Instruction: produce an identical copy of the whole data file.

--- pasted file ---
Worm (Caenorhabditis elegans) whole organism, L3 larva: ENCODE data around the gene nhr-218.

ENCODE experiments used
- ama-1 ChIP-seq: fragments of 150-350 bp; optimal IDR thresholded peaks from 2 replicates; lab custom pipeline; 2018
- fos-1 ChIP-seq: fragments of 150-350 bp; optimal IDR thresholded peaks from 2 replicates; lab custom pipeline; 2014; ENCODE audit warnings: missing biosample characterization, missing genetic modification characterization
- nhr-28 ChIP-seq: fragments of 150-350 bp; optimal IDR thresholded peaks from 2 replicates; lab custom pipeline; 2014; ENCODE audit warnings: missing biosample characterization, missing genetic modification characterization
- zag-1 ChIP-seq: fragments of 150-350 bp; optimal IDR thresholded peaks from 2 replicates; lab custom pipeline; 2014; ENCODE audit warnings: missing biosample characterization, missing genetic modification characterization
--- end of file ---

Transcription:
Worm (Caenorhabditis elegans) whole organism, L3 larva: ENCODE data around the gene nhr-218.

ENCODE experiments used
- ama-1 ChIP-seq: fragments of 150-350 bp; optimal IDR thresholded peaks from 2 replicates; lab custom pipeline; 2018
- fos-1 ChIP-seq: fragments of 150-350 bp; optimal IDR thresholded peaks from 2 replicates; lab custom pipeline; 2014; ENCODE audit warnings: missing biosample characterization, missing genetic modification characterization
- nhr-28 ChIP-seq: fragments of 150-350 bp; optimal IDR thresholded peaks from 2 replicates; lab custom pipeline; 2014; ENCODE audit warnings: missing biosample characterization, missing genetic modification characterization
- zag-1 ChIP-seq: fragments of 150-350 bp; optimal IDR thresholded peaks from 2 replicates; lab custom pipeline; 2014; ENCODE audit warnings: missing biosample characterization, missing genetic modification characterization